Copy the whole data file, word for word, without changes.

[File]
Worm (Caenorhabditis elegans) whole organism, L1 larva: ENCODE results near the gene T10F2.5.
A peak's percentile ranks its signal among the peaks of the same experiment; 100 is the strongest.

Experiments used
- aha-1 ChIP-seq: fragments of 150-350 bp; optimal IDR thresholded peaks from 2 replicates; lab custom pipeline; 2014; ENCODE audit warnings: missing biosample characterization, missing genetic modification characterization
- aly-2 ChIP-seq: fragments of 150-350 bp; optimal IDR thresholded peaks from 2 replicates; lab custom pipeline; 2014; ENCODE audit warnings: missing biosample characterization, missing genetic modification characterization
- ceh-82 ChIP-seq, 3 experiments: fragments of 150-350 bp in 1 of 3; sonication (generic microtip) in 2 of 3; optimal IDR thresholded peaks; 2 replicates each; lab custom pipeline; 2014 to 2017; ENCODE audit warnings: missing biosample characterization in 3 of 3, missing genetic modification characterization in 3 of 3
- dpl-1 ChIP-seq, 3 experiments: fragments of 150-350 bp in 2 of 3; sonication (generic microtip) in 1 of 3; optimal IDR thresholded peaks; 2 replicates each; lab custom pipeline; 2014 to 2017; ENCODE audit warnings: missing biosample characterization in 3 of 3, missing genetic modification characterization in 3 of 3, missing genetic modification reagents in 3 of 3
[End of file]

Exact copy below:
Worm (Caenorhabditis elegans) whole organism, L1 larva: ENCODE results near the gene T10F2.5.
A peak's percentile ranks its signal among the peaks of the same experiment; 100 is the strongest.

Experiments used
- aha-1 ChIP-seq: fragments of 150-350 bp; optimal IDR thresholded peaks from 2 replicates; lab custom pipeline; 2014; ENCODE audit warnings: missing biosample characterization, missing genetic modification characterization
- aly-2 ChIP-seq: fragments of 150-350 bp; optimal IDR thresholded peaks from 2 replicates; lab custom pipeline; 2014; ENCODE audit warnings: missing biosample characterization, missing genetic modification characterization
- ceh-82 ChIP-seq, 3 experiments: fragments of 150-350 bp in 1 of 3; sonication (generic microtip) in 2 of 3; optimal IDR thresholded peaks; 2 replicates each; lab custom pipeline; 2014 to 2017; ENCODE audit warnings: missing biosample characterization in 3 of 3, missing genetic modification characterization in 3 of 3
- dpl-1 ChIP-seq, 3 experiments: fragments of 150-350 bp in 2 of 3; sonication (generic microtip) in 1 of 3; optimal IDR thresholded peaks; 2 replicates each; lab custom pipeline; 2014 to 2017; ENCODE audit warnings: missing biosample characterization in 3 of 3, missing genetic modification characterization in 3 of 3, missing genetic modification reagents in 3 of 3